Sector Name:Power Delivery & Utilization - Distribution & Utilization
Document Type:Technical Results
This Product is publicly available
Currently, the nation’s power system consists of both legacy and next-generation technologies. This includes devices that may be 30–50 years old, include no cyber security controls, and implement proprietary communication protocols and applications. Many of these legacy devices have significant computing and performance constraints that limit the cyber security controls that may be implemented. In contrast, the new technology may include modern information technology (IT) devices with commercially available applications and communication protocols. The new operations technology (OT) devices may also include commercially available applications and communications.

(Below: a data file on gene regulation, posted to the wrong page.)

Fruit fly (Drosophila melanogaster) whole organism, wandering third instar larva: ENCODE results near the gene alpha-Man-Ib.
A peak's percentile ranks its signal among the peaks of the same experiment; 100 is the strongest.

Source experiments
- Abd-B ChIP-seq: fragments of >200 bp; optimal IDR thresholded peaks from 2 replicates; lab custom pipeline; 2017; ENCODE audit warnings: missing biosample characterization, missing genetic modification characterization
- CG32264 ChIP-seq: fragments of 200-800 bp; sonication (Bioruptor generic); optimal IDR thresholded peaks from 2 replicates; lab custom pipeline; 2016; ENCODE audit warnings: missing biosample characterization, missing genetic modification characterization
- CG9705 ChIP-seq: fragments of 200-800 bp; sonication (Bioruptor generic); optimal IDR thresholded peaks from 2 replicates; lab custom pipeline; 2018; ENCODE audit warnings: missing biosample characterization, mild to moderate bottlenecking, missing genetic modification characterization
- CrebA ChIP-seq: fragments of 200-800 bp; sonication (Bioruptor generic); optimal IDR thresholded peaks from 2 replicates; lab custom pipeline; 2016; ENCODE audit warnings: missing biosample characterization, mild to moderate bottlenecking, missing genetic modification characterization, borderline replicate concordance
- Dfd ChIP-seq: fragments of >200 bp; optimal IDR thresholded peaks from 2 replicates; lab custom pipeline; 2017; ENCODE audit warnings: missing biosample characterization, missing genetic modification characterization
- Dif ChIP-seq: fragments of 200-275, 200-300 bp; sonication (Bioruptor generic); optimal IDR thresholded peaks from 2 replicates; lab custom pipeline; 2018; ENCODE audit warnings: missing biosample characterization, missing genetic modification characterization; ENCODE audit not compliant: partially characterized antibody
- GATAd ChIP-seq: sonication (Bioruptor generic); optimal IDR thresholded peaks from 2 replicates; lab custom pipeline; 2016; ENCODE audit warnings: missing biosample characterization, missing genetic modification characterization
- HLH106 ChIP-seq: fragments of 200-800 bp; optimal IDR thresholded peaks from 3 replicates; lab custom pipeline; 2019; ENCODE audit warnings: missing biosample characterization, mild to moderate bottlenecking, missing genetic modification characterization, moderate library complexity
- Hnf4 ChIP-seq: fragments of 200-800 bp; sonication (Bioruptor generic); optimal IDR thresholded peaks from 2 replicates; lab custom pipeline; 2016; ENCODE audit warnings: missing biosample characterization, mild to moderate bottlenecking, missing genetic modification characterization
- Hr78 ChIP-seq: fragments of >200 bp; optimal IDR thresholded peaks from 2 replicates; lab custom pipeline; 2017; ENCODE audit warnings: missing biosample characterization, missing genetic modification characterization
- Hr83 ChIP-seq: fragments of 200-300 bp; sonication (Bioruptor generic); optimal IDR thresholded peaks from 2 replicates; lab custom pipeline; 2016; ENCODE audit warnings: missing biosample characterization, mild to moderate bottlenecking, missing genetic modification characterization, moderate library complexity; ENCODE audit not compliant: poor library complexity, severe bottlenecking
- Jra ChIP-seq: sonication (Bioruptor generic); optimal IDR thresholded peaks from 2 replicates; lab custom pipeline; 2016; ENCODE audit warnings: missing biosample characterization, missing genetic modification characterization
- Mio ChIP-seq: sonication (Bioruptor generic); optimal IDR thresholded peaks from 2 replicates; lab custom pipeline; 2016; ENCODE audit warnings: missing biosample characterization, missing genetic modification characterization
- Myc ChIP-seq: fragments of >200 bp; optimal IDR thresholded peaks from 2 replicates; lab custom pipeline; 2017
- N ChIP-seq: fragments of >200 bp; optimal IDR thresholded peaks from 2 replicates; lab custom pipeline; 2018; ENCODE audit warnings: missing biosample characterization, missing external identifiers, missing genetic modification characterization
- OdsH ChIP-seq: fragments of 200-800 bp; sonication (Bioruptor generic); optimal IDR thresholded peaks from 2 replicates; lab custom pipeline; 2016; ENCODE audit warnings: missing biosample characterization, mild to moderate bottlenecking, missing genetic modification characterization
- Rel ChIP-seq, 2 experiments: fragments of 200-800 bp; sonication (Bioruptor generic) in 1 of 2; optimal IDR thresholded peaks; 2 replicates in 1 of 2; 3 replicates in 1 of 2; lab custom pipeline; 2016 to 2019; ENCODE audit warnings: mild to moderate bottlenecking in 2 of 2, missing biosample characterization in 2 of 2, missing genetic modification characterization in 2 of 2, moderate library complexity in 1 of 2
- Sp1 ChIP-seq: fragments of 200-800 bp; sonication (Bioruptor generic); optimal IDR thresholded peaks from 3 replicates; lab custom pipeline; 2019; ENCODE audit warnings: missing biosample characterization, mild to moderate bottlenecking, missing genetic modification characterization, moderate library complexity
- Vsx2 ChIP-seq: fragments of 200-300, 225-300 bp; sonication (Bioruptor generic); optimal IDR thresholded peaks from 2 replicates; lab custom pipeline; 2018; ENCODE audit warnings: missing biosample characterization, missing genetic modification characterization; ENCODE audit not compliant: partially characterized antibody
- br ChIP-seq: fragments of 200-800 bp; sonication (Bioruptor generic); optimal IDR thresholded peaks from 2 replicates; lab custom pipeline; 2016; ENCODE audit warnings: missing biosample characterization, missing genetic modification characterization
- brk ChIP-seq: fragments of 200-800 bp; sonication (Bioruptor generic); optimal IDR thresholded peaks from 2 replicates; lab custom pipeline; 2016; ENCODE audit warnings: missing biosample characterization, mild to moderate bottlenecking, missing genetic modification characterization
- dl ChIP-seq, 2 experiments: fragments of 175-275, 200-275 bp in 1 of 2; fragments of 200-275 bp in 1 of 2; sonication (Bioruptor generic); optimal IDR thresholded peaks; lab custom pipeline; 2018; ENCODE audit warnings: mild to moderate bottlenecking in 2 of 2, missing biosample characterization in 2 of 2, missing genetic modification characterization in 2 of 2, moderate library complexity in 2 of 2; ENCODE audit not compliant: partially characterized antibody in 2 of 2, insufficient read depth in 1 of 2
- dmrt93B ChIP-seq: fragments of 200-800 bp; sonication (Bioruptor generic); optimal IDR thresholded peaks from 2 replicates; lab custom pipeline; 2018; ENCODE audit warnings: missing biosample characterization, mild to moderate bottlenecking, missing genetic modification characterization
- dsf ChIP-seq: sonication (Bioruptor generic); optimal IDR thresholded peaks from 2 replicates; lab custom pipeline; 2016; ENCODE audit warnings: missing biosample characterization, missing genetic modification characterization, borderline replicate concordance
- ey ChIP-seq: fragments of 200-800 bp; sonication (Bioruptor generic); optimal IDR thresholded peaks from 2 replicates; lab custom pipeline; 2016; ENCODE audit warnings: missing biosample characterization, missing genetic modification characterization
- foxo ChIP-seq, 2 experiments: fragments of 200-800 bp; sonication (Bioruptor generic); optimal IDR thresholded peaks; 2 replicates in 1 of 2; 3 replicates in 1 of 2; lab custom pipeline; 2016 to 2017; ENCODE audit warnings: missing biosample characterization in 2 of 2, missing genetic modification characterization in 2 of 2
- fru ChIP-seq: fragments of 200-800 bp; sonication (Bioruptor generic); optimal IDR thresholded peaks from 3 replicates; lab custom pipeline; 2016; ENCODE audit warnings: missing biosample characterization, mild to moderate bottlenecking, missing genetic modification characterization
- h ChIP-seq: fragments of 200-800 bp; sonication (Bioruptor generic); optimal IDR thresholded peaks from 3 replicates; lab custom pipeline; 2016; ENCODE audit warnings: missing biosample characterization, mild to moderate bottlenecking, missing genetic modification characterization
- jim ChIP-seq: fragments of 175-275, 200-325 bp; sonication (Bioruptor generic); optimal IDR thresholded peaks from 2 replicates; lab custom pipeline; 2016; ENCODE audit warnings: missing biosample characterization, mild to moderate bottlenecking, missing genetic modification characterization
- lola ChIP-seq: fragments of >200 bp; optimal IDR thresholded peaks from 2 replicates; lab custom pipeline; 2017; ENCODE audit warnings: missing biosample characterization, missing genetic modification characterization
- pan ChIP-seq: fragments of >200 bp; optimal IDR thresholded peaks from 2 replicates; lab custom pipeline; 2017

With this change in technology, utilities are exploring methods to better address the cyber security requirements. This includes prioritizing the systems, performing a cyber security risk assessment, and determining the impacts of a cyber security compromise. These activities are part of a cyber security strategy.
Another component of the cyber security strategy is a cyber security architecture. Currently, utilities have enterprise architecture diagrams, but they have not typically developed a security architecture.
This report includes a methodology for developing a security architecture that leverages existing architecture methodologies.
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